PRAGUE (AP) — The left-leaning Czech president on Tuesday appointed his economic adviser as the country’s new prime minister, setting up a stand-off with majority center-right political parties who say they won’t back him in a confidence vote.
President Milos Zeman was tasked this week with appointing the country’s new leader and cabinet after conservative Prime Minister Peter Necas resigned last week amid a spying and bribery scandal.
Zeman’s choice of Jiri Rusnok, who served as finance minister in Zeman’s government in 2001-02, sparked anger from Necas’ outgoing coalition, which still holds a majority in Parliament.
Under the Constitution, the president is mostly a ceremonial leader but has the power to pick the prime minister. It is unusual, however, for the president to ignore a parliamentary majority. Zeman has been repeatedly critical of the government.
The three coalition partners had approved parliamentary speaker Miroslava Nemcova — a member of Necas’ conservative Civic Democratic Party — as their candidate for premier. They declared Tuesday they were ready to stay in power, suggesting that they would refuse to approve Rusnok.
Outgoing Finance Minister Miroslav Kalousek called Rusnok “an irresponsible friend of an irresponsible president.”
The dispute sets up a potentially long battle that could leave the Czech Republic without a government.
“They both have to know that such a government has no chance to win confidence in Parliament,” Kalousek said. “They are well aware that such a government has no chance to push through the budget. The only government that is capable of winning confidence and approving the budget is the government of Miroslava Nemcova.”
Nemcova called the move “an irresponsible step.”
“It is (the president’s) fault that we’re wasting time,” he said.
Besides serving as finance minister, Rusnok worked as industry and trade minister in another government led by Zeman’s Social Democrat party. He currently chairs the board of a pension fund.
Rusnok said he would act quickly to have his government sworn in in two weeks.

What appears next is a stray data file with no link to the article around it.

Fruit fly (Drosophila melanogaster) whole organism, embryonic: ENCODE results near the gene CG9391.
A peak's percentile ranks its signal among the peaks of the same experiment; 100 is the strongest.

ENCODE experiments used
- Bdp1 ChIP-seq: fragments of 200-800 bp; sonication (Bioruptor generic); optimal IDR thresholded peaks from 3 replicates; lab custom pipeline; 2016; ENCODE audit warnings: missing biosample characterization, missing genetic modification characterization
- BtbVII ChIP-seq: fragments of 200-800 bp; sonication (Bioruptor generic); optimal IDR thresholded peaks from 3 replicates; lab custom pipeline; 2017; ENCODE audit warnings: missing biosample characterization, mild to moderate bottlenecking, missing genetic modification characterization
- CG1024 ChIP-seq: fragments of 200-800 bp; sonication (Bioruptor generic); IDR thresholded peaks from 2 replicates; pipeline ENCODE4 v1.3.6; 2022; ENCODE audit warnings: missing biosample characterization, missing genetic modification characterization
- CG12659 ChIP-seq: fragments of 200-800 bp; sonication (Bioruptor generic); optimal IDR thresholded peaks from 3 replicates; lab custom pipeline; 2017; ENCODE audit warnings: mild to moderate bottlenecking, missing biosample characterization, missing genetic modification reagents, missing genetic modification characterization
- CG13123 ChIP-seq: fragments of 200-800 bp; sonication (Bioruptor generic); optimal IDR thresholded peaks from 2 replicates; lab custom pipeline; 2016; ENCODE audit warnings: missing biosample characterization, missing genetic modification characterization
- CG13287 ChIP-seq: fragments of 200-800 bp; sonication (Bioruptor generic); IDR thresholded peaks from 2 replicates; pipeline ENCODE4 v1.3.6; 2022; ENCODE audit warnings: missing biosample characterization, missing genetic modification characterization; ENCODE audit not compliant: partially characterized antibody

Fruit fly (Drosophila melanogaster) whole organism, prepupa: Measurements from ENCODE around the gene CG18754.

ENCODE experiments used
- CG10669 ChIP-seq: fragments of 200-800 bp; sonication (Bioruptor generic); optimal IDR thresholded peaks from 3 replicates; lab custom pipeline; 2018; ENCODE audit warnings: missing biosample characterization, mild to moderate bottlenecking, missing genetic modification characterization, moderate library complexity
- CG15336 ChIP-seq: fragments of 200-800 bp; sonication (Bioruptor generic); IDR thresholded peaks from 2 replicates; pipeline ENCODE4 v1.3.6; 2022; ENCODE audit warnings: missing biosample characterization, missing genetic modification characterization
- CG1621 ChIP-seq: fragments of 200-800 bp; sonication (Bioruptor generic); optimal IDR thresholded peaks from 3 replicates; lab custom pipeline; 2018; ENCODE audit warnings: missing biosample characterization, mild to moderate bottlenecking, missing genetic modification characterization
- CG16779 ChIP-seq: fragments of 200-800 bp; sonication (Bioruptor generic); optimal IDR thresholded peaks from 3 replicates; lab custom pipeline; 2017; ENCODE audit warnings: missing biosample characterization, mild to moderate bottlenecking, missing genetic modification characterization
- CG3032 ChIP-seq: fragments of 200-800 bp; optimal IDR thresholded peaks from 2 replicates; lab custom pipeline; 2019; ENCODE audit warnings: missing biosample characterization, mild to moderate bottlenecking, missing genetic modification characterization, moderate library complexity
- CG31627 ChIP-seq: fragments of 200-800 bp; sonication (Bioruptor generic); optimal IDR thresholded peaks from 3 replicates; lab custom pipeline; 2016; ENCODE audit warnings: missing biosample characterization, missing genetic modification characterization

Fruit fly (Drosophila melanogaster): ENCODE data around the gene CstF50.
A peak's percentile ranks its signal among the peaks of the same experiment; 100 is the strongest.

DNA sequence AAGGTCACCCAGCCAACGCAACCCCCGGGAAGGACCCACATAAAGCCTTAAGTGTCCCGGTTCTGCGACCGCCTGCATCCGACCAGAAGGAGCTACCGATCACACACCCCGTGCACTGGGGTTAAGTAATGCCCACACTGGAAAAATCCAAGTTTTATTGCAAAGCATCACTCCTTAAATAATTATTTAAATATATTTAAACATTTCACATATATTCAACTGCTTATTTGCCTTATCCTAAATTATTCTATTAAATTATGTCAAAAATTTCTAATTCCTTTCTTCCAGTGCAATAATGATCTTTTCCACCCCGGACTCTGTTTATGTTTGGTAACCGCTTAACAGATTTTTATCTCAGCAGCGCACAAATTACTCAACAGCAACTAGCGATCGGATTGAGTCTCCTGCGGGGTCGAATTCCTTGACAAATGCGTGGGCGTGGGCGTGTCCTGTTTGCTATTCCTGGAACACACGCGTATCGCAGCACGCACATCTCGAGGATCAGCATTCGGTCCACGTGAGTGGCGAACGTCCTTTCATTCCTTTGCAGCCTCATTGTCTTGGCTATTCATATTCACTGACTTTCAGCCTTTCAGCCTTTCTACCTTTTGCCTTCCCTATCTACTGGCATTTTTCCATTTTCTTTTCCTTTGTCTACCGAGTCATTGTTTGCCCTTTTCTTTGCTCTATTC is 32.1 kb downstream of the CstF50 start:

Both, Zeman and Rusnok said it is a priority for it to prepare the 2014 state budget. “It’s the key task,” Rusnok said.
Necas resigned after police arrested eight people, including his closest aide, who was charged with bribery and ordering a military intelligence agency to spy on Necas’ estranged wife.
Any new government would have to win a parliamentary confidence vote to rule until elections due in May 2014. Another option is for Parliament to call early elections, a solution preferred by the major opposition Social Democrats who would stand a very good chance to win the ballot, according to public polls.
Among other major tasks, the new government will oversee a choice of the winning bid in an international tender to build two more nuclear reactors at the Temelin nuclear power station operated by the state-run power company CEZ.
U.S.-based Westinghouse Electric Co., a subsidiary of Japan’s Toshiba Corp. and a consortium led by Russia’s Atomstroyexport are fighting to win the lucrative contract estimated to be worth more than $10 billion. The deal is scheduled to be signed by the end of 2013.
People in Zeman’s inner circle have close business ties with Russia and an analyst previously told the Associated Press he might be an advocate of closer relations with Russia.
Rusnok said Tuesday it was too early for him to comment on the tender.